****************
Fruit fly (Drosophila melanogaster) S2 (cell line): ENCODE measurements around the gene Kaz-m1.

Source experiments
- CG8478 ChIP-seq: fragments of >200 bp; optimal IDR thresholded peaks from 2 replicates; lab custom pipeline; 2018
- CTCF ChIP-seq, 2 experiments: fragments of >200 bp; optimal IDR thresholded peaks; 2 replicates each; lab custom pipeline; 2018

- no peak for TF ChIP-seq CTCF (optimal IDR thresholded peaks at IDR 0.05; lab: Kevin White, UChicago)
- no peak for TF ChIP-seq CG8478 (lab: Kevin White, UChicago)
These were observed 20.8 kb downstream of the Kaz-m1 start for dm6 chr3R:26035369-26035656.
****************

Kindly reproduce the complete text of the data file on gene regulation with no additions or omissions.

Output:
Fruit fly (Drosophila melanogaster) S2 (cell line): ENCODE measurements around the gene Kaz-m1.

Source experiments
- CG8478 ChIP-seq: fragments of >200 bp; optimal IDR thresholded peaks from 2 replicates; lab custom pipeline; 2018
- CTCF ChIP-seq, 2 experiments: fragments of >200 bp; optimal IDR thresholded peaks; 2 replicates each; lab custom pipeline; 2018

- no peak for TF ChIP-seq CTCF (optimal IDR thresholded peaks at IDR 0.05; lab: Kevin White, UChicago)
- no peak for TF ChIP-seq CG8478 (lab: Kevin White, UChicago)
These were observed 20.8 kb downstream of the Kaz-m1 start for dm6 chr3R:26035369-26035656.